Is there a name for a variation on the Heston Stochastic Process Model where not only the underlying volatility but the asset price itself is mean-reverting? I'm looking to model long term equity index returns, which I would argue show both volatility mean-reverting and asset-price mean reverting behavior. Clearly, where such an equity index could be thought to (at least approximately) mean-revert to some fixed long-term volatility, it also mean-reverts to the asset price point expected by annualized compounding returns (about 7% in real terms for the SP500).

As far as I know, the Heston Model does nothing to account for the second behavior. How would one modify the model to accommodate for that?

Edit: I tried to consider the following model. Any thoughts on it?

$dS_t = \sqrt{v_t}S_tdB_t^{(1)} + a_1(\mu_t - S_t)$

Where $u_t := \mathbb{E}[S_t]$ is the expected equilibrium at time t as per expected annualized compounding, $a_1$ is speed of mean reversion for price, $B_t^{(1)}$ is one dimensional Brownian Motion, and $v_t$ is the variance process $\{v_t, t\geq 0\}$ as defined with:

$dv_t = \sigma\sqrt{v_t}dB_t^{(2)} + a_2(v_t - \nu)$

Where, in turn, $\sigma$ is the constant vol of vol, $B_t^{(2)}$ is one dimensional Brownian Motion correlated to $B_t^{(1)}$ by $Cov(B_t^{(1)},B_t^{(2)})=\rho$, $a_2$ is speed of mean reversion for volatility, and $\nu$ is the long run average for volatility.

Edit 2: I meant to mean reverting returns, not a fixed price level.

  • $\begingroup$ Hi, this (look may get you started. You may also start from ‚first principles‘ with Duffie/Pan/Singleton‘s Transform Methods paper . $\endgroup$ Oct 9, 2020 at 16:42
  • $\begingroup$ I saw this paper, actually. Or, well, an earlier version of it, anyway. I understand why the authors define $S_t = exp(X_t)$ but fail to see why they define $dX_t = [\theta(t) - \kappa X_t - \frac{v_t}{2}]dt + \sqrt{v_t}dW_t$. The second term makes enough sense to me -- it's merely its equivalent as in the Heston Model -- but why in the world are we subtracting variance from equilibrium mean at time t? And shouldn't we have $\kappa (\theta(t)-X_t)$ for the mean reversion? $\endgroup$
    – TheMathBoi
    Oct 9, 2020 at 17:43
  • 2
    $\begingroup$ @TheMathBoi The factor $-\frac{1}{2}v_t$ is normally relates to Ito's Lemma when you take logs, so don't worry about it. Whether you have $\theta-\kappa X_t$ or $\kappa(\theta-X_t)$ doesn't matter either because you can just rescale $\theta$ $\endgroup$
    – Kevin
    Oct 9, 2020 at 19:17

1 Answer 1


Let us start with the classical Heston model with underlying price $S_t$ and variance $v_t$,

\begin{align} \frac{dS}{S}&=\mu dt+\sqrt{v_t}dW_1\\ dv_t&=\kappa(\theta-v_t)dt+\sigma\sqrt{v_t}dW_2 \end{align} and $E(dW_1dW_2)=\rho dt$

From here on, if you want to introduce a mean reverting price level, I might suggest the following adjustment of your asset process:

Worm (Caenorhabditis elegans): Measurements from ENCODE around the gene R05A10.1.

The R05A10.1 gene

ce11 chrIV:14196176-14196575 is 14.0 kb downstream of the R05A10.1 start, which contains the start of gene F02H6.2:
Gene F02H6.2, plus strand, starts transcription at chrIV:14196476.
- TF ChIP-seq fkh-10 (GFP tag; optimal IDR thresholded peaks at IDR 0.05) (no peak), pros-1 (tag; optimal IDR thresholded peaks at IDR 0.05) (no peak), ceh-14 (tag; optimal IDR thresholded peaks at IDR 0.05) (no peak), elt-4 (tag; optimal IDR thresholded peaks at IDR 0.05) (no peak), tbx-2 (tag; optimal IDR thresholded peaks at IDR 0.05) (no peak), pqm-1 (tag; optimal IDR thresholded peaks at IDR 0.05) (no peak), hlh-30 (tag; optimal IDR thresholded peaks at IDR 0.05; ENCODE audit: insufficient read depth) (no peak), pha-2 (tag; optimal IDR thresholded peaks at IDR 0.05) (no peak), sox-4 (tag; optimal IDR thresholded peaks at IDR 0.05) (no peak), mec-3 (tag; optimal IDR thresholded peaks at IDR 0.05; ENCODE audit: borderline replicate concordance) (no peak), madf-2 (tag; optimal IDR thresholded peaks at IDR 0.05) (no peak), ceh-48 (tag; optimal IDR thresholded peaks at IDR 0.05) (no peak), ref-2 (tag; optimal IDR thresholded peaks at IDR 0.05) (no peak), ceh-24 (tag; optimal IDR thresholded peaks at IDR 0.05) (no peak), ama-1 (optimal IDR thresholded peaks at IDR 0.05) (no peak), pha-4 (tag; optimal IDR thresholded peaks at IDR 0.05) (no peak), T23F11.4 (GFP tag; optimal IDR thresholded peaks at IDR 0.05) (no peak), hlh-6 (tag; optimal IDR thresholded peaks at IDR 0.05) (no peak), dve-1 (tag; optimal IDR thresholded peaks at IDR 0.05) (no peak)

$$ dS/S=\kappa_S(\theta_S-lnS_t) dt + \sqrt{v_t}dW_1 $$

Loosely speaking, $e^{\theta_s+g(\theta,\kappa,\sigma,\rho)}$ is the long run price level, with $g$ some correction term for the steady state variance.

We can now either directly simulate this setup, or we make use of the Fourier transform machinery for linear jump diffusion processes, knowing that - under the transformation $y=lnS$ - the system

\begin{align} dy&=\kappa_S(\theta_S-y-0.5v_t) dt + \sqrt{v_t}dW_1\\ dv_t&=\kappa(\theta-v_t)dt+\sigma\sqrt{v_t}dW_2 \end{align}

is clearly in the class of linear processes. The next step would be to perform the analysis in DPS2000.


Under the physical measure, if you want to model your returns to be mean-reverting, you should be able to work with the following:

\begin{align} dy&=(\mu_t-0.5v_t) dt + \sqrt{v_t}dW_1\\ dv_t&=\kappa(\theta-v_t)dt+\sigma\sqrt{v_t}dW_2\\ d\mu&=\kappa_{\mu}(\theta_{\mu}-\mu_t)dt+\sigma_{\mu}dW_3 \end{align}

and you should even be able to specify correlations between $dW_1,dW_3$ and $dW_2,dW_3$.

Under the risk neutral measure, you should be able to introduce a mean-reverting risk-free-rate-of-return process, though. Again, see source 1 above.

  • $\begingroup$ If, on the other hand, you want to introduce mean reverting returns, then we need to introduce another process for $\mu$. Please let me know if that's what you truly want. $\endgroup$ Oct 9, 2020 at 19:10
  • $\begingroup$ I'm sorry, I might have been a bit inexact in my language. I was talking about mean reverting returns. In the formulas I have in my edit, I consider an equilibrium price at time t, $\mu_t=\mathbb{E}[S_t]=S_0*e^{rt}$. Thank you so much for your help and advice, by the way. I'm an undergrad with only very minimal exposure to stochastic calc, so this doesn't come naturally to me. $\endgroup$
    – TheMathBoi
    Oct 10, 2020 at 15:54
  • $\begingroup$ I am wondering whether, in the risk neutral world, the specification of the mean process is of any use (i.e. in an option pricing application), see for example this thread and the reference within: quant.stackexchange.com/questions/22189/…. I will nevertheless add a line to my answer. $\endgroup$ Oct 10, 2020 at 20:03

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